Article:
4 high-profile cyberattacks on Canadian networks...
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Aug 26, 2015  |  Vote 0    0

4 high-profile cyberattacks on Canadian networks from this past year



The hacking of Ashley Madison is just the latest in a string of high-profile cyberattacks on Canadian online entities within the last year. Here's a round-up of the most serious to date:

1. Ashley Madison


When: July 2015

Target: Ashley Madison, often referred to as the "cheating website", is a Toronto-based company that offers to facilitate discreet extramarital affairs for a fee

Employees of Ashley Madison's parent company, Avid Life Media, discovered messages on their computers on July 12 warning that client information would be released if the sites AshleyMadison.com and EstablishedMen.com were not taken down. Two fruitless investigations and eight days after the initial warning message, the company announced the hack in a press release.

Reportedly hacked by: A group that identified itself as The Impact Team has claimed responsibility for the attack and release of data.

Fallout: On August 17, the first wave of client information was released. This data leak included the e-mail addresses, home addresses, sexual preferences and payment information for over 30 million uses across the world. A second dump of Ashley Madison data released days later included internal documents and e-mails from the company's CEO, Noel Biderman.

The Toronto Police Service has launched a formal investigation and will be working with domestic partners, the OPP and the RCMP, as well the U.S. Department of Homeland Security and the FBI. Avid Life is offering a $500,000 reward for information leading to an arrest.

A Canadian class action suit has been filed against Avid Life Media for breach of sensitive user information.

Unconfirmed reports have linked two suicides to the Ashley Madison data leak.

2. Canadian government websites

A screen capture shows the website of the Department of Foreign Affairs, Trade and Development on June 17, 2015

When: June 2015

Target: Canadian government

Federal government websites and internal networks were reportedly targeted in retaliation for Bill C-51.

Reportedly hacked by: Actors under the Anonymous banner claimed responsibility for the attack.

Fallout: Directed denial of service (DDoS) attacks on the network shut sites down for hours.

According to Public Safety Minister Steven Blaney, no personal information had been compromised based on the nature of the attack. DDoS attacks aren't known to cause permanent damage to sites, nor harvest information from them.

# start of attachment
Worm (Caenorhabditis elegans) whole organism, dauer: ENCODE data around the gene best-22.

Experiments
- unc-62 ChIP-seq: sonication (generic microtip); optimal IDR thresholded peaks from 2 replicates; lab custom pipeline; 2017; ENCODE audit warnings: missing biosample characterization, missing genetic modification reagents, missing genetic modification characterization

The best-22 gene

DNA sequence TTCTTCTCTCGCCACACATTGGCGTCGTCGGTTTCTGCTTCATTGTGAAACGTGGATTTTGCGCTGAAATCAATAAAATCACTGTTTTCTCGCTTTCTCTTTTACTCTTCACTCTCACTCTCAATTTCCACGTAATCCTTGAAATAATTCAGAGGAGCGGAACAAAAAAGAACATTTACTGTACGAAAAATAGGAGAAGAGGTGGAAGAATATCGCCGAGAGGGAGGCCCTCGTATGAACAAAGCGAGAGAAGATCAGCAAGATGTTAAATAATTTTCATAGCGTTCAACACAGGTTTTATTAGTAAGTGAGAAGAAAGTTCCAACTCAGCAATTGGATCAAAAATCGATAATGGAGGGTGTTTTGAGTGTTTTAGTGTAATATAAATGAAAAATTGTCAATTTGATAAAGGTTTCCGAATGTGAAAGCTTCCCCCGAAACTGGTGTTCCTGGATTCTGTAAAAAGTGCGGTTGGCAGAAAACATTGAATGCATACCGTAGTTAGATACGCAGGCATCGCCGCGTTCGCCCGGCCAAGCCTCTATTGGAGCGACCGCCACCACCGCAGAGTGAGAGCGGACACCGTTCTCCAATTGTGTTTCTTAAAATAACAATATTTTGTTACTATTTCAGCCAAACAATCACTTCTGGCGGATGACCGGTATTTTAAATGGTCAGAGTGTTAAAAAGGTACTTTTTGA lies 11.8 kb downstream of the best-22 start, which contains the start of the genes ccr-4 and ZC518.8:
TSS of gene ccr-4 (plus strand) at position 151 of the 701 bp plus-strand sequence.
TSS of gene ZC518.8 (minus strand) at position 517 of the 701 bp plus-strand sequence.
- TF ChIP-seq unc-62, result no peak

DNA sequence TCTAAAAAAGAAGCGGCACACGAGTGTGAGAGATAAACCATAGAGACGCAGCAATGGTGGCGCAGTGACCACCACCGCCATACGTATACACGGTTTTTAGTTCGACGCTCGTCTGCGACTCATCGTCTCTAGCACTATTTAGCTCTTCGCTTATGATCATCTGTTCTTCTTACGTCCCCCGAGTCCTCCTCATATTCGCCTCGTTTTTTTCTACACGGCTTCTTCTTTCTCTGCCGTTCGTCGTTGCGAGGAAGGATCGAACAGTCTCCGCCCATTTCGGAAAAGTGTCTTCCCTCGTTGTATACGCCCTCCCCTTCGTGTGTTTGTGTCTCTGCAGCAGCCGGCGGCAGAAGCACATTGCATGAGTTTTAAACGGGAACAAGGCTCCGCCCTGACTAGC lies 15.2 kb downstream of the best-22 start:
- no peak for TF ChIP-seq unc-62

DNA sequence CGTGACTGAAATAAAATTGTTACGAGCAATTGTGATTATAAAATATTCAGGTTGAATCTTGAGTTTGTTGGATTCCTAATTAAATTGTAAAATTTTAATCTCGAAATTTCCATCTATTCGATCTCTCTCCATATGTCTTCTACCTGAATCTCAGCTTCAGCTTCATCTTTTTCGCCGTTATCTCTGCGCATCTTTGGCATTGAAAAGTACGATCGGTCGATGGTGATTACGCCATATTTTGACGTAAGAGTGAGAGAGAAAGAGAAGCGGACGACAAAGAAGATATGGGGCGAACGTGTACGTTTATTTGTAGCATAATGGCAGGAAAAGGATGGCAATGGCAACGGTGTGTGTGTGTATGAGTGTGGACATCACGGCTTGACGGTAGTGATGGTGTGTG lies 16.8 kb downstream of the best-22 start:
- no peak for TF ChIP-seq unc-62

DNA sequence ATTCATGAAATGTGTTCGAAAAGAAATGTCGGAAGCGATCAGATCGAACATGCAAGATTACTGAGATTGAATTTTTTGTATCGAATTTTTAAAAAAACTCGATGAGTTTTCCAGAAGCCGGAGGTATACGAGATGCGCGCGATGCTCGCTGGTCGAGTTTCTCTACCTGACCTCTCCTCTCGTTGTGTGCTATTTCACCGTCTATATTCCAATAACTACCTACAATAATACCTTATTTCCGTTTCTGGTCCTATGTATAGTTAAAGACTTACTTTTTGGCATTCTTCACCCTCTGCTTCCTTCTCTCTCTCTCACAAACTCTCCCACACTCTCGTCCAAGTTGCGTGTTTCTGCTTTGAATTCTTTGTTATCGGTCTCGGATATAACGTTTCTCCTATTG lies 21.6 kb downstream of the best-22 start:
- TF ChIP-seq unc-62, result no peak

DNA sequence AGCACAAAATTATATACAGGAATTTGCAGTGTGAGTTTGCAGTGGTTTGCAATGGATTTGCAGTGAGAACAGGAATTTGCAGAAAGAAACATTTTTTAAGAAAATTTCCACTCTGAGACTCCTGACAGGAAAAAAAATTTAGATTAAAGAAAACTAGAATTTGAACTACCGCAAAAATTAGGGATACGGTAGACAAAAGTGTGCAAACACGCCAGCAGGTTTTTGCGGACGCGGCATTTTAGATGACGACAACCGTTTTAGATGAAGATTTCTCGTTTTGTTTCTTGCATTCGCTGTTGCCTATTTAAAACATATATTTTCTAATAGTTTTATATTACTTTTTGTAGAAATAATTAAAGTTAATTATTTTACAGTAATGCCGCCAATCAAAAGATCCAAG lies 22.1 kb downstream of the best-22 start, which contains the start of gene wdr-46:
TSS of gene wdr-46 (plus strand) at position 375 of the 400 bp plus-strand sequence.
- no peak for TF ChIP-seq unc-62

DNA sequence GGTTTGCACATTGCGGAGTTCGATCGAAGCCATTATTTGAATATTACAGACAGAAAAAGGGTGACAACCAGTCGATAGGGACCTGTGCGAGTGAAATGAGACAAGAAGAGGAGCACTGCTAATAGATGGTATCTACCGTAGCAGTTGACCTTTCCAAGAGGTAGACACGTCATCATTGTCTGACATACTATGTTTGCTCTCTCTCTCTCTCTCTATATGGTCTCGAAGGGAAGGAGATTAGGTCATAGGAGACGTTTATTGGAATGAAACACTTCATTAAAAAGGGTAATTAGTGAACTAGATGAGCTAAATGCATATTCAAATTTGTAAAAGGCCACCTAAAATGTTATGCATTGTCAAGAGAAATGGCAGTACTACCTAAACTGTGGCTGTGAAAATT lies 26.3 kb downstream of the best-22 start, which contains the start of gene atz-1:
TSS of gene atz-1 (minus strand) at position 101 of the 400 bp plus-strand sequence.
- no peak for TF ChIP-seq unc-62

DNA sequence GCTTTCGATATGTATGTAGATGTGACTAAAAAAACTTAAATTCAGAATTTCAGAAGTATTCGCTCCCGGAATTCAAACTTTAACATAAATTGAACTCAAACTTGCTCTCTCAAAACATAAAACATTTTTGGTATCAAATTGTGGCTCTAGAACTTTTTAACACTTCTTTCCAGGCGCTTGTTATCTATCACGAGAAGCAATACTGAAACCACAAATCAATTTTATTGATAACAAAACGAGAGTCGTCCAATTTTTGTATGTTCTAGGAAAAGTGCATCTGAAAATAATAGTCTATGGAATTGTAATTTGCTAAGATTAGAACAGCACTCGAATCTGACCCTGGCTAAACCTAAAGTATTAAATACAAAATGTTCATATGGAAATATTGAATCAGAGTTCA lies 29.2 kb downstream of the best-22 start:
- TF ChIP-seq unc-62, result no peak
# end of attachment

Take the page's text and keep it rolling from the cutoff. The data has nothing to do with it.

3. Ontario government websites

A pixilated image of a young boy that was left on the Ontario government website by a hacker on December 12, 2014

When: December 2014

Target: Ontario government websites

Users attempting to access provincial government websites were redirected to a page with the image of a young boy, a message urging readers to follow his Twitter account and an embedded video for M.C. Hammer's "U Can't Touch This".

Reportedly hacked by: No one has claimed responsibility for the attack.

Fallout: Ontario.ca sites were unavailable for a couple hours.

According to Ontario government spokesperson Zita Astravas, a third-party domain routing service that directs traffic to the government sites was hacked, not the sites themselves. It's not believed that any personal information was compromised during the attack.

4. National Research Council

Metro Creative Graphics

When: July 2014

Target: The National Research Council, a federal research agency that partners with several industries to develop technologies with "strategic and economic value" to Canada

The breach was detected by the Communications Security Establishment of Canada (CSEC) in late July 2014.

Reportedly hacked by: The Canadian government issued a statement claiming the attack was perpetrated by "a highly sophisticated Chinese state-sponsored actor." Chinese officials have denied any involvement.

Fallout: The NRC's computer network was shut down temporarily in the wake of the cyberattack.

A case study released in January by the Canadian Cyber Incident Response Centre suggests that the objective of the attack was to steal trade secrets and other intellectual property connected to NRC partners.

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